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As mentioned several times, Quantpedia is a big fan of transferring ideas from one asset class to another. This article is another example; we use an idea originally tested on Chinese stocks and apply it to the commodity futures investment universe. The resultant return new asymmetry investment factor in commodities is an interesting trading strategy unrelated to other common factors and has a slightly negative correlation to the equity market and can be therefore used as an excellent diversifier in multi-asset multi-strategy portfolios.

Introduction

A probability distribution is a function that describes all the possible values and likelihoods that a random variable can take within a given range. Several factors determine where the value is likely to be plotted, including the distribution’s mean, standard deviation, skewness, and kurtosis. Academics and investors use probability distribution to evaluate the possible expected returns that the asset may yield in the future.

Theoretical studies show that the greater (lower) upside asymmetry is associated with lower (higher) expected returns. Consistent with the theory, Lin and Liu (2017) found that individual investors are willing to pay for a small probability to win a significant payoff or, in other words, to buy stocks with a high skewness. According to the authors, the aforementioned leads to a negative relationship between skewness and return in the cross-section. Perez et al. (2017) were the first to examine the skewness in the commodity futures. Specifically, their trading strategy that takes long positions in commodity futures with the most negative skewness and shorts those with the most positive skewness generates a significant excess return that remains statistically significant after controlling the exposure to well-known risk factors.

Padyšák and Vojtko (2019) studied the performance of the commodity skewness portfolio during bear markets. In particular, their portfolio went long on the bottom four commodities with the lowest skewness while shorting the top four with the highest skewness. They found that when the monthly performance of the S&P 500 index was negative with an average monthly return of -3.49%, the average monthly return of the commodity skewness strategy was 1.10%.

Wu, Zhu, and Chen (2020) examined return asymmetry in the Chinese stock market with a new distribution-based asymmetry measure (IE) of Jiang et al. (2020). They sorted the Chinese stocks into deciles and found that the average value-weighted return spread between the highest and lowest IE decile is -0.81% (t-value = -2.70) per month, which is statistically significant at the 1% level.

This paper aims to examine the return asymmetry in the commodity futures in a slightly less traditional way. Instead of using skewness as a proxy for the return asymmetry, we rely on a new asymmetric measure IE proposed by Jiang et al. (2020), that uses the difference between upside and downside return probabilities to capture the degree of asymmetry. The greater the measure, the greater the upside potential of the asset return. Typical risk-averse investors prefer extreme gains and avoid extreme losses. Consequently, they bid up the prices of assets with a high chance of extreme gains and pay a lower price for assets with a high likelihood of extreme losses. As a result, the high (low) IE assets become overvalued (undervalued), and their subsequent returns are lower (higher). Moreover, the implementation is truly simple as the theoretical definition of the asymmetry measure leads to a metric that is equal to the past number of days with extremely high minus extremely low returns divided by a number of days in the sample.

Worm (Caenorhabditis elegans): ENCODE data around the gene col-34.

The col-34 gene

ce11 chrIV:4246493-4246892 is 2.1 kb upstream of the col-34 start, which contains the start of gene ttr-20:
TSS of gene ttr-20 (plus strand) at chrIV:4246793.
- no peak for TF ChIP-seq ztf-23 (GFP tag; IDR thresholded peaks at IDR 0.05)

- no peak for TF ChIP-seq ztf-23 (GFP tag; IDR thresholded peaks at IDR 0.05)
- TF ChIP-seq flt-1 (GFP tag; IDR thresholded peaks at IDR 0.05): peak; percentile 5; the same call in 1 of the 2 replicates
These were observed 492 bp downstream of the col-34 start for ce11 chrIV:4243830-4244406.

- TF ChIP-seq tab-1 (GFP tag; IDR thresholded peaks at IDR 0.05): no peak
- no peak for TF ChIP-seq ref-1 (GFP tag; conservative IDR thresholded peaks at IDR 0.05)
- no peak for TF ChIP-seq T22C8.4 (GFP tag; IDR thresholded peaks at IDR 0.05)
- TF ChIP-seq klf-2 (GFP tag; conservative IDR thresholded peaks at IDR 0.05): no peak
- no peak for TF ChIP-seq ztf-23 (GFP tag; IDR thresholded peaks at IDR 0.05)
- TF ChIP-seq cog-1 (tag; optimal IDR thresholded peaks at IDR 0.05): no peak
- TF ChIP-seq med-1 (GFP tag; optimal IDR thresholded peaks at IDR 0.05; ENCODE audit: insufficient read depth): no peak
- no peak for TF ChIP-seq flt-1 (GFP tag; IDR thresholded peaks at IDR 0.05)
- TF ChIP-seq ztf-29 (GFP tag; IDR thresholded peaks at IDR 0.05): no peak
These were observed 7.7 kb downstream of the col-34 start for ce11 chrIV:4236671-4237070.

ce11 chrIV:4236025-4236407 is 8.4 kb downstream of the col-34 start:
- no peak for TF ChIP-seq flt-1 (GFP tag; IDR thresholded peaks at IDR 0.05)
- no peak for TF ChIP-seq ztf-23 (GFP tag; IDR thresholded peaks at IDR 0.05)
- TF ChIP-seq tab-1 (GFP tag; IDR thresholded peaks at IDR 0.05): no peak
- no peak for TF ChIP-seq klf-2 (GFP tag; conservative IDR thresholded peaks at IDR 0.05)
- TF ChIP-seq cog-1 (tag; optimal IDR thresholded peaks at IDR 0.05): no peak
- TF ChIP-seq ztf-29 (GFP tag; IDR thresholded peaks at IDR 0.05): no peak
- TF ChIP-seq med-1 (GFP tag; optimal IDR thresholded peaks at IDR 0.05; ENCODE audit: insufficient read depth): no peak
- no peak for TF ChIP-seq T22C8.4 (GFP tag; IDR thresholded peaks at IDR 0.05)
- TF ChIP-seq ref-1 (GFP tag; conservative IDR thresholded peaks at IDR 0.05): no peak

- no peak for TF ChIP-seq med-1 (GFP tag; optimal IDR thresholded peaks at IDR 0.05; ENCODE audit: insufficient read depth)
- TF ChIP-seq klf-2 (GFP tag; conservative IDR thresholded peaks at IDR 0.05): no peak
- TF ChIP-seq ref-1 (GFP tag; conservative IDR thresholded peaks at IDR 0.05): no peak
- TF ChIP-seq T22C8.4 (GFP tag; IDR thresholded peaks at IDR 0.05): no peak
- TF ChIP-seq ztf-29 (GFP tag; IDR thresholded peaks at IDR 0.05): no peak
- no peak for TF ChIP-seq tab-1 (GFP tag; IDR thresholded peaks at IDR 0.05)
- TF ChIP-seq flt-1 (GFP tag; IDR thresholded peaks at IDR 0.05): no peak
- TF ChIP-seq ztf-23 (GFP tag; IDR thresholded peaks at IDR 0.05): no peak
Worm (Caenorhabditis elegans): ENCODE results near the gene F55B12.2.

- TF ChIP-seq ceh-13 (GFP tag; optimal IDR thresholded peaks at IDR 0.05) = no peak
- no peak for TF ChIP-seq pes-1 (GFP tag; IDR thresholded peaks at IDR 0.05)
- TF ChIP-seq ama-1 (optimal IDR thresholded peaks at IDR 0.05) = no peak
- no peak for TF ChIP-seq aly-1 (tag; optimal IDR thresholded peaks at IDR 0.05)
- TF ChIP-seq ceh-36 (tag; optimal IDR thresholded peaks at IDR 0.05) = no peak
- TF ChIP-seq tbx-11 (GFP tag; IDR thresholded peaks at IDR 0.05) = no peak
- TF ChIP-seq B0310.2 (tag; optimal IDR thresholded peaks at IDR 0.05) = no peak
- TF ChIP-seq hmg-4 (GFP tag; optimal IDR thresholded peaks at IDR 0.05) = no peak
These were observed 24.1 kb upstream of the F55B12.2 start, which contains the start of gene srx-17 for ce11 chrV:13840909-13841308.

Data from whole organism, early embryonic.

As for our investment universe, we follow Padyšák and Vojtko (2019) as their dataset of commodities offers broad exposure to the commodity market. We construct our eleven long-short portfolios based on the asymmetric measure as follows. At the beginning of each month, we calculate asymmetry (IE) for each commodity using the latest 260 daily returns. Then we rank commodities according to their IE. The portfolios go long on the bottom m commodities with the lowest IE in the previous month and short on the top m commodities with the highest IE in the previous month.

While various possibilities are studied, a portfolio that is associated with m equal to seven exhibited the highest return, greatest t-stat, and the largest Sharpe ratio among all examined portfolios. The portfolio goes long on the bottom seven commodities with the lowest IE in the previous month and shorts the top seven commodities with the highest IE in the previous month. It achieved a 0.38% mean monthly return, which is statistically significant at a 1% level (t-statistic = 3.33). In other words, with a 4.36% annual return, a dollar invested in 1991 would be worth 3.64 dollars in 2021. From a risk-adjusted perspective, it exhibits a risk-adjusted return of 0.58. Additionally, following Padyšák and Vojtko (2019), we examined the performance of “Portfolio 7” during the periods when the S&P 500 monthly return was negative. We found that when the monthly S&P 500 return was negative, the average monthly S&P 500 return was -3.50%, while the average monthly return of the “Portfolio 7” was 0.50%. We explained these findings with the negative correlation between the returns of the examined time series. Specifically, we regressed “Portfolio 7” returns on the S&P 500 returns and found a negative slope coefficient of β = -0.04 (t-stat = -1.53). The correlation between the representative IE portfolio and S&P 500 returns varied over time with an average correlation coefficient of ρ = -0.08 (t-stat = -1.53). Therefore, it seems that the systematic commodity strategy based on asymmetry could be utilized during stock bear markets. By implementing the proposed strategy into the stock portfolio, the investor can partially cover the losses during stock market downturns.